The early denunciations of Snowden now seem both over the top and beside the point. If he is a traitor, then which side did he betray and to whom does he now owe allegiance? Benedict Arnold, America’s most famous traitor, sold out to the British during the Revolutionary War and wound up a general in King George III’s army. Snowden seems to have sold out to no one. In fact, a knowledgeable source says that Snowden has not even sold his life story and has rebuffed offers of cash for interviews. Maybe his most un-American act is passing up a chance at easy money. Someone ought to look into this.
Snowden’s residency in Russia has been forced upon him — he had nowhere else to go. Those people who insist he should come home and go to jail lack a healthy regard for the rigors of imprisonment. After a while it can be no fun. Snowden insists that neither the Russians nor, before them, the Chinese have gotten their grubby hands on his top-secret material, and indeed, this fits with his M.O. He has been careful with his info, doling it out to responsible news organizations — The Post, the New York Times, the Guardian, etc. — and not tossing it up in the air, WikiLeaks style, and echoing the silly mantra “Information wants to be free.” (No. Information, like most of us, wants a home in the Hamptons.)
My initial column on Snowden was predicated on the belief that, really, nothing he revealed was new. Didn’t members of Congress know all this stuff and hadn’t much of it leaked? Yes, that’s largely true. But my mouth is agape at the sheer size of these data-gathering programs — a cascade of news stories that leads me to conclude that this very column was known to the National Security Agency before it was known to my editors. I also wrote that “No one lied about the various programs” Snowden disclosed. But then we found out that James Clapper did. The director of national intelligence was asked at a Senate hearing in March if “the story that we have millions or hundreds of millions of dossiers on people is completely false” and he replied that it was. Actually, it was his answer that was “completely false.”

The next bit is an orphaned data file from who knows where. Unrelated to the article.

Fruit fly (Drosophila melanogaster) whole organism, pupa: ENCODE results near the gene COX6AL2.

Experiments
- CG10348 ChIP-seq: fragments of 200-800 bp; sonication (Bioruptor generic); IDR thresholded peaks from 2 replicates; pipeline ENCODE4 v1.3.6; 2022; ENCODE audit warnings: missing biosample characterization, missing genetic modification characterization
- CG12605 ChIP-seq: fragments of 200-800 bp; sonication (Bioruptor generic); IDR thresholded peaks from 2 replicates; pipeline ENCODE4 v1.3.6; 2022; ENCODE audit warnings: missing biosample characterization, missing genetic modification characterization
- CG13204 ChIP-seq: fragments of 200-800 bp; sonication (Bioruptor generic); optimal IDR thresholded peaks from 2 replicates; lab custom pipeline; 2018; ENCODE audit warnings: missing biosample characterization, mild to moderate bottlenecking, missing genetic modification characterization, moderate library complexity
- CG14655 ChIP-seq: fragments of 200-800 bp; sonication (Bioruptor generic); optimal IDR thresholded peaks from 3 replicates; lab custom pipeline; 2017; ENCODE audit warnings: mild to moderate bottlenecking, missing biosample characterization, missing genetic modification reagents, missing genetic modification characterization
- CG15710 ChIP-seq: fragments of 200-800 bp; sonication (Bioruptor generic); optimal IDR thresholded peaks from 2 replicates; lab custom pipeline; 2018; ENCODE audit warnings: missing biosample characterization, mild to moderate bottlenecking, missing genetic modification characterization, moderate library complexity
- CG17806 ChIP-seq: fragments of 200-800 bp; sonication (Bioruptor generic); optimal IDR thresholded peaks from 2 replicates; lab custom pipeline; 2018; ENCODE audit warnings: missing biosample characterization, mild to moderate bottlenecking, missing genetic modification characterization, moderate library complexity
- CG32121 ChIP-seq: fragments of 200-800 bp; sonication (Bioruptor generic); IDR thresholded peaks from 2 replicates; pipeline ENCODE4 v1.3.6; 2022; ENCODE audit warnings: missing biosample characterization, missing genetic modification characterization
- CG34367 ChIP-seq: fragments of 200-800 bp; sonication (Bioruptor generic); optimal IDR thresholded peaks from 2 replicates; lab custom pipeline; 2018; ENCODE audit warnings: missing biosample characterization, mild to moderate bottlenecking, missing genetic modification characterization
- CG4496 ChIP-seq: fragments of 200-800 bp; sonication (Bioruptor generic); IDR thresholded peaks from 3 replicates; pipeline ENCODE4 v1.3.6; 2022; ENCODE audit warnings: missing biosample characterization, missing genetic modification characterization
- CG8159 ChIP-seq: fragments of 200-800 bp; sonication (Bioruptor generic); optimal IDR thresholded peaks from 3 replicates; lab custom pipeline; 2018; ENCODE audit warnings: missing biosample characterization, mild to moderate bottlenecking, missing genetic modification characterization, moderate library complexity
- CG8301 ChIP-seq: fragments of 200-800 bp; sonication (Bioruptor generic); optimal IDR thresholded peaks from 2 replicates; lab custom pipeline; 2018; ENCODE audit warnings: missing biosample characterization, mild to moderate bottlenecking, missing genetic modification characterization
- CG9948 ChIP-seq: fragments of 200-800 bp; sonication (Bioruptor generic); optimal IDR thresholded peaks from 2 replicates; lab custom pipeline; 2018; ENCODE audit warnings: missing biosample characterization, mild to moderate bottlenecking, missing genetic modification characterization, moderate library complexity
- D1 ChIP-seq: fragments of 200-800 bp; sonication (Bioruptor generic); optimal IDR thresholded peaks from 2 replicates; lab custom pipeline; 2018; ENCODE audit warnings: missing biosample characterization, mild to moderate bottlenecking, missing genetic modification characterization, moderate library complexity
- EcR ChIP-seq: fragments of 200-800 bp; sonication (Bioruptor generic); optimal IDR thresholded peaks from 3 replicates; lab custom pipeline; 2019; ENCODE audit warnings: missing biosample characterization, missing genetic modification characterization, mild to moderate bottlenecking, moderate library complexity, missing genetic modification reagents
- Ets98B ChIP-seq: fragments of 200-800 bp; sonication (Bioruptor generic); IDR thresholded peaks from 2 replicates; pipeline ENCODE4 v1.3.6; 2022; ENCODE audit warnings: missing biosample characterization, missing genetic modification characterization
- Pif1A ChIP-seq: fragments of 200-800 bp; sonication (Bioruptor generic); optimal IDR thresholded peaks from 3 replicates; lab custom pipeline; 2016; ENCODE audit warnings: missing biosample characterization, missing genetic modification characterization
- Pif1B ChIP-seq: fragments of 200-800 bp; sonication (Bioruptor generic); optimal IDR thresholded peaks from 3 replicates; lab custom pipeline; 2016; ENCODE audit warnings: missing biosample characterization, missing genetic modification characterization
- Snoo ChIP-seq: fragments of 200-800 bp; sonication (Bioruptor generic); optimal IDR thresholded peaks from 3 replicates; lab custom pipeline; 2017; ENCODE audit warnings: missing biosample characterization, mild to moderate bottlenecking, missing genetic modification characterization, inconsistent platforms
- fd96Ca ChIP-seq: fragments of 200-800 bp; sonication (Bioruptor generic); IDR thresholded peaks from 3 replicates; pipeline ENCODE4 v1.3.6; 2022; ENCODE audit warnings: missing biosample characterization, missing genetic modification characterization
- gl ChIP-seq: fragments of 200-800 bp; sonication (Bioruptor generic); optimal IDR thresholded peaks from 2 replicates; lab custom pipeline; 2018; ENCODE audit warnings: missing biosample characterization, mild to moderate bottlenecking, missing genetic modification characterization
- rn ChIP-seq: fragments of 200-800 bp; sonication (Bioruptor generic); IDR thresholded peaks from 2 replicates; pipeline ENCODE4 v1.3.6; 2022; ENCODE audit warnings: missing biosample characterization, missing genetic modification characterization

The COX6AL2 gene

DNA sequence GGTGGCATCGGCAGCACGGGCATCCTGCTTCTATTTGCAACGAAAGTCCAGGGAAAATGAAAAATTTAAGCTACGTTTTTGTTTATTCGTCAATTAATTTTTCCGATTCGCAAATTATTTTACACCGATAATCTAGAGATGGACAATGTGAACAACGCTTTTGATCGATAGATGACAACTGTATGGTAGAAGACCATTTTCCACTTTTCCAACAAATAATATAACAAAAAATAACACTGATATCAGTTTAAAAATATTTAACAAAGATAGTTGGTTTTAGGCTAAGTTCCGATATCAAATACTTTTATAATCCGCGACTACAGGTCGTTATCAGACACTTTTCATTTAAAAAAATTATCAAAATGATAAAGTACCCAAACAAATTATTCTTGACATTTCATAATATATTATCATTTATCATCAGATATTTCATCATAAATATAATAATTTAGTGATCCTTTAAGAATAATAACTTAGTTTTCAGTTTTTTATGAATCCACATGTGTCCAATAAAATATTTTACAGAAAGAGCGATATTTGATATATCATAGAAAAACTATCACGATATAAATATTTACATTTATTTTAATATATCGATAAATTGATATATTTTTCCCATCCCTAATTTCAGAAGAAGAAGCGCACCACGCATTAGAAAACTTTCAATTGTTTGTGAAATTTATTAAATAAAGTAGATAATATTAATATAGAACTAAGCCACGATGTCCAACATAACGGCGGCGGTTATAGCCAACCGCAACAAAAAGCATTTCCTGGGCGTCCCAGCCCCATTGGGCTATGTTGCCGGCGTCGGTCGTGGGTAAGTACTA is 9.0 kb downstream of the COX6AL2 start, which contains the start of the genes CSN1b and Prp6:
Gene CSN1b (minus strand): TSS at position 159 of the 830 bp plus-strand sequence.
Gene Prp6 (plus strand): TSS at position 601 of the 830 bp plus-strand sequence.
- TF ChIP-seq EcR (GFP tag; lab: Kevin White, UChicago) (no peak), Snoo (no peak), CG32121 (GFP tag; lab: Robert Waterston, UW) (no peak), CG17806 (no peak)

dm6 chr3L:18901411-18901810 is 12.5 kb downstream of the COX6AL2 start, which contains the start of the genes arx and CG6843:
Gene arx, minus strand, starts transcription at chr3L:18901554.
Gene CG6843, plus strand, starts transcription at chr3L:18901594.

Snowden is one of those people for whom the conjunction “and” is apt. Normally, I prefer the more emphatic “but” so I could say “Snowden did some good
he did a greater amount of damage.” Trouble is, I’m not sure of that. I am sure, though, that he has instigated a worthwhile debate. I am sure that police powers granted the government will be abused over time and that Snowden is an authentic whistleblower, appalled at what he saw on his computer screen and wishing, like Longfellow’s Paul Revere, to tell “every Middlesex village and farm” what our intelligence agencies were doing. Who do they think they are, Google?
But (and?) I am at a loss to say what should be done with Snowden. He broke the law, this is true. He has been chary with his information, but he cannot know all its ramifications and, anyway, the government can’t allow anyone to decide for himself what should be revealed. That, too, is true. So Snowden is, to my mind, a bit like John Brown, the zealot who intensely felt the inhumanity of slavery and broke the law in an attempt to end the practice. My analogy is not neat — Brown killed some people — but you get the point. I suppose Snowden needs to be punished but not as a traitor. He may have been technically disloyal to America but not, after some reflection, to American values.
Read more from Richard Cohen’s archive.